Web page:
Discovery of cell division 'master controller' may improve understanding and treatment of cancer

September 11, 2013

In a study to be published in the journal Nature, two Dartmouth researchers have found that the protein cyclin A plays an important but previously unknown role in the cell division process, acting as a master controller to ensure the faithful segregation of chromosomes during cell division.

Cell division is the process in which cells reproduce by splitting into two identical copies. This process happens trillions of times in an average person's lifetime. To generate two identical copies, cells must separate their precisely, an event that relies on the bi-oriented attachment of chromosomes to spindle through specialized structures called kinetochores. In the early phases of division, there are numerous errors in how kinetochores bind to microtubules. Normal cells efficiently correct these errors so that chromosomes segregate faithfully. However, generally do not correct these errors, resulting in with abnormal numbers of chromosomes, which may help these cancer cells develop resistance to chemotherapy treatments.

In their study, Dartmouth researchers Lilian Kabeche, PhD, and Duane Compton, PhD, show that microtubule attachments at kinetochores are very unstable in early phases of division. The unstable attachments promote the correction of errors by causing a constant detachment, realignment and reattachment of microtubules from kinetochores in the cells as they try to find the correct attachment. Their study found that the protein cyclin A governs this process by keeping the process going until the errors are eliminated.

"An analogy for this process could be dating," said Compton, Senior Associate Dean for Research and professor of biochemistry at Dartmouth's Geisel School of Medicine. "The chromosomes are testing the microtubules for compatibility—that is, looking for the right match—to make sure there are correct attachments and no errors. The old view of this process held that chromosomes and microtubules pair up individually to find the correct attachment, like conventional dating. However, our results show that the system is more like speed dating. All the chromosomes have to try many connections with microtubules in a short amount of time. Then they all make their final choices at the same time. Cyclin A acts like a timekeeper or referee to make sure no one makes bad connections prematurely."

In normal cells, persistent cyclin A expression prevents the stabilization of microtubules bound to kinetochores even in cells with aligned chromosomes. As levels of cyclin A decline, microtubule attachments become stable, allowing the chromosomes to be divided correctly as proceeds. In contrast, in cyclin A-deficient cells, microtubule attachments are prematurely stabilized. Consequently, these cells may fail to correct errors, leading to higher rates of chromosome mis-segregation.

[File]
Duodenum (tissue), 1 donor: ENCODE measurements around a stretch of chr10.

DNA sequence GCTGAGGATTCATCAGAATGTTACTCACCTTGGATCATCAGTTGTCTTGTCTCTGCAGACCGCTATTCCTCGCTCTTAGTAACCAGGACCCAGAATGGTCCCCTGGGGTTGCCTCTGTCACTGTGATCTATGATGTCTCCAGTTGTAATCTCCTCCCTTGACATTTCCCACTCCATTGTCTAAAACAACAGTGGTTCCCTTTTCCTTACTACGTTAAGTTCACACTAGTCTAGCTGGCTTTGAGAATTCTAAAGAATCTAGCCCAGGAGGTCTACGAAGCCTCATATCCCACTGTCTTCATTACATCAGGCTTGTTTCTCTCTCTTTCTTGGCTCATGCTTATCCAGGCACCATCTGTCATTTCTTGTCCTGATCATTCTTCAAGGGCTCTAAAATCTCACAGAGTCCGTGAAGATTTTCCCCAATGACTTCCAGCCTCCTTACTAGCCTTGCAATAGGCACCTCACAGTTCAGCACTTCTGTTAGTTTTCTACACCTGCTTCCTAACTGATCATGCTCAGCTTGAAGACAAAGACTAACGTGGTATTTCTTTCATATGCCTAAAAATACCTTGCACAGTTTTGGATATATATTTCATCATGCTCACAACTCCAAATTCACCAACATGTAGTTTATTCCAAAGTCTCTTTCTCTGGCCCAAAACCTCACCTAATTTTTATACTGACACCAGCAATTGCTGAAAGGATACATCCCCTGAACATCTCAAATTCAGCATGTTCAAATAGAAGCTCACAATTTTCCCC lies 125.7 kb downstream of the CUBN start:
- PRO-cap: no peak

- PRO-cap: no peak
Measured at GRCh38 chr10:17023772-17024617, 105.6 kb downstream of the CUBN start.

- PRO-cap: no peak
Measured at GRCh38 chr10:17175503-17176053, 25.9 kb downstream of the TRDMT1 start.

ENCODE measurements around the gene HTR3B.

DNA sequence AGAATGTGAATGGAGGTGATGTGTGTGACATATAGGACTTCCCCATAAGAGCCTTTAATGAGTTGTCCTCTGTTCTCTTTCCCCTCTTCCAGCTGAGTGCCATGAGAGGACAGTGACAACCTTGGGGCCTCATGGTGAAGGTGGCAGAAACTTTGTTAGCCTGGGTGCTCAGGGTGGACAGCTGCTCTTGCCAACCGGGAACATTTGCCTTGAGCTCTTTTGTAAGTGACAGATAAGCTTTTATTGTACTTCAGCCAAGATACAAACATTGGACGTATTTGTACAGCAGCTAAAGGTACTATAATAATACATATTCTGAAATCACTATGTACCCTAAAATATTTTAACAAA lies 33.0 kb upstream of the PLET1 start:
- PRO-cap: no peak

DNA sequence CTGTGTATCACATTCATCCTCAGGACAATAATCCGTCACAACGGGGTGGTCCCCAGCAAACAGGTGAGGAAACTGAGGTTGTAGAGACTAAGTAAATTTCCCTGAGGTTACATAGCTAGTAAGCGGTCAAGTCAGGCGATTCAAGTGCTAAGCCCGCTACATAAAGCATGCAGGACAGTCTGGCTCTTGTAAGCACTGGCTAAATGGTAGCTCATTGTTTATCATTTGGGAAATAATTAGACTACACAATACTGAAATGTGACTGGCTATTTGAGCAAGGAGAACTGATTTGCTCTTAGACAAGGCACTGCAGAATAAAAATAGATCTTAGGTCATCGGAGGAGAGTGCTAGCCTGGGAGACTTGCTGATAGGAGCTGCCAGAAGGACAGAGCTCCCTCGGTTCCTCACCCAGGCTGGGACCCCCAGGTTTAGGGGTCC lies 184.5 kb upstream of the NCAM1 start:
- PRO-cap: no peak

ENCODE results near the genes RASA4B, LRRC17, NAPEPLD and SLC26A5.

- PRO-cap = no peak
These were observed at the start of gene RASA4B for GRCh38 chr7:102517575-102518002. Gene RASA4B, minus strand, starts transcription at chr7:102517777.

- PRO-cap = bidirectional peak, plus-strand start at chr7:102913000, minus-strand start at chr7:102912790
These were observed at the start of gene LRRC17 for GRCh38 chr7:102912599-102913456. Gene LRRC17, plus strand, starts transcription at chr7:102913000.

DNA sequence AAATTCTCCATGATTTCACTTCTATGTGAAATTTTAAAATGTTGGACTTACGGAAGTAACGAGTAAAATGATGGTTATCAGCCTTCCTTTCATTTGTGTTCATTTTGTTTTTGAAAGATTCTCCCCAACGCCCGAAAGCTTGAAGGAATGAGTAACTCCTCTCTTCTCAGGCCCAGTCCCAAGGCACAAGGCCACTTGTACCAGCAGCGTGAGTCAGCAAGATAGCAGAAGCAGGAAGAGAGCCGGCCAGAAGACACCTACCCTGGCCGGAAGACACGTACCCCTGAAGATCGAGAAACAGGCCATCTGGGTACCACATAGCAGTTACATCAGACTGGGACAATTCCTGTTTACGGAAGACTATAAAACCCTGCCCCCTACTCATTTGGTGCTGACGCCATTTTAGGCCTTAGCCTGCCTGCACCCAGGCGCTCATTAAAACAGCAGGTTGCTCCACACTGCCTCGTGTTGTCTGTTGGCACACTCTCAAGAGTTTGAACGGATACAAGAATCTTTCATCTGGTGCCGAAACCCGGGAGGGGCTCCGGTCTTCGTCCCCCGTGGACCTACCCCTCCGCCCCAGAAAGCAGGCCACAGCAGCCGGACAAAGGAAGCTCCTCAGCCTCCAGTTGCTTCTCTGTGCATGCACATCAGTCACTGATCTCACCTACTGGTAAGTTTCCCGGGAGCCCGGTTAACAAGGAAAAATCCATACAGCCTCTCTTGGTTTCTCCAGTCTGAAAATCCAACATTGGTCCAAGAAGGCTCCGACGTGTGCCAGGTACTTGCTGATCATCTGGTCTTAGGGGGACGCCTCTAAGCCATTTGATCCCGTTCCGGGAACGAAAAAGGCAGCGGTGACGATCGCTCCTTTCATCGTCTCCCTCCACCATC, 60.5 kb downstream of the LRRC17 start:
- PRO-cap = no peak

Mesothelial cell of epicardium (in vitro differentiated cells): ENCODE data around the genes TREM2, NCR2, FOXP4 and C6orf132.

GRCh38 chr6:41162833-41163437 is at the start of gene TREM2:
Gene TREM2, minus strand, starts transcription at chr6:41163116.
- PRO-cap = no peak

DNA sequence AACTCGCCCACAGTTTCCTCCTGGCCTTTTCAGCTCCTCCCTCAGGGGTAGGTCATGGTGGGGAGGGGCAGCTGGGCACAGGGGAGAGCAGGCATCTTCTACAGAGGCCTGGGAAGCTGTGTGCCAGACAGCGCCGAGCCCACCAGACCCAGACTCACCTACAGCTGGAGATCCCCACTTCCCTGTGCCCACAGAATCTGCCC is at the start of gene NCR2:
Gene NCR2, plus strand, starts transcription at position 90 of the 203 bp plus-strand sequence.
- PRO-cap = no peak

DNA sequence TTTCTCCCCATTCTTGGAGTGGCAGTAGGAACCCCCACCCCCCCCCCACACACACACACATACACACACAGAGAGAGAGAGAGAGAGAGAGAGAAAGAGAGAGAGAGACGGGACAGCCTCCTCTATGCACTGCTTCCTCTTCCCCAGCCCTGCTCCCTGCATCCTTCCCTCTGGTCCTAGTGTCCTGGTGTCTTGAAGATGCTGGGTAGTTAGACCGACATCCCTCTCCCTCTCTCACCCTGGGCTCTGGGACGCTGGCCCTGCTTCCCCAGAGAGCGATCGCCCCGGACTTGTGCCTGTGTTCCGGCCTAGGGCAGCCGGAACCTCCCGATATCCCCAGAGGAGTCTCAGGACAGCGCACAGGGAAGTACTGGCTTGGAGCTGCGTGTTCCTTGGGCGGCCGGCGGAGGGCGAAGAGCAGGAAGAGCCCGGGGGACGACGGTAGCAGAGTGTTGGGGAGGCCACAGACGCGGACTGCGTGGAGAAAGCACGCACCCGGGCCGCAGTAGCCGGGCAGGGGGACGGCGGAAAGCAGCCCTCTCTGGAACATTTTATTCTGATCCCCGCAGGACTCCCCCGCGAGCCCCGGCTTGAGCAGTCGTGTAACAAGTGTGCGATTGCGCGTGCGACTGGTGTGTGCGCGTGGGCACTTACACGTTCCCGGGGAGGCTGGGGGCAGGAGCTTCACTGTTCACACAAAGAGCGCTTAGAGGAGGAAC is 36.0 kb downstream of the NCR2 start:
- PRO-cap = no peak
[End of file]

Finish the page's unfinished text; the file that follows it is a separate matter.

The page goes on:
"Many cancer cells continuously mis-segregate their chromosomes," says Kabeche. "The major cause is improper kinetochore–microtubule attachments. Therefore, understanding how kinetochore–microtubule attachments are regulated throughout cell division is important, not only for furthering our understanding of cell division, but also for allowing us to correct these problems in cancer ."

Explore further: Researchers identify potential cancer target

More information: Paper:

Related Stories

Researchers identify potential cancer target

January 16, 2009

( -- Dartmouth Medical School researchers have found two proteins that work in concert to ensure proper chromosome segregation during cell division. Their study is in the January 2009 issue of the journal Nature ...

Fishing games gone wrong

August 18, 2011

When an egg cell is being formed, the cellular machinery which separates chromosomes is extremely imprecise at fishing them out of the cell's interior, scientists at the European Molecular Biology Laboratory (EMBL) in Heidelberg, ...

Molecular forces are key to proper cell division

January 21, 2013

Studies led by cell biologist Thomas Maresca at the University of Massachusetts Amherst are revealing new details about a molecular surveillance system that helps detect and correct errors in cell division that can lead to ...

Recommended for you

Scientists overcome key CRISPR-Cas9 genome editing hurdle

December 1, 2015

Researchers at the Broad Institute of MIT and Harvard and the McGovern Institute for Brain Research at MIT have engineered changes to the revolutionary CRISPR-Cas9 genome editing system that significantly cut down on "off-target" ...

Trap-jaw ants exhibit previously unseen jumping behavior

December 1, 2015

A species of trap-jaw ant has been found to exhibit a previously unseen jumping behavior, using its legs rather than its powerful jaws. The discovery makes this species, Odontomachus rixosus, the only species of ant that ...

Which came first—the sponge or the comb jelly?

December 1, 2015

Bristol study reaffirms classical view of early animal evolution. Whether sponges or comb jellies (also known as sea gooseberries) represent the oldest extant animal phylum is of crucial importance to our understanding of ...


Please sign in to add a comment. Registration is free, and takes less than a minute. Read more

Click here to reset your password.
Sign in to get notified via email when new comments are made.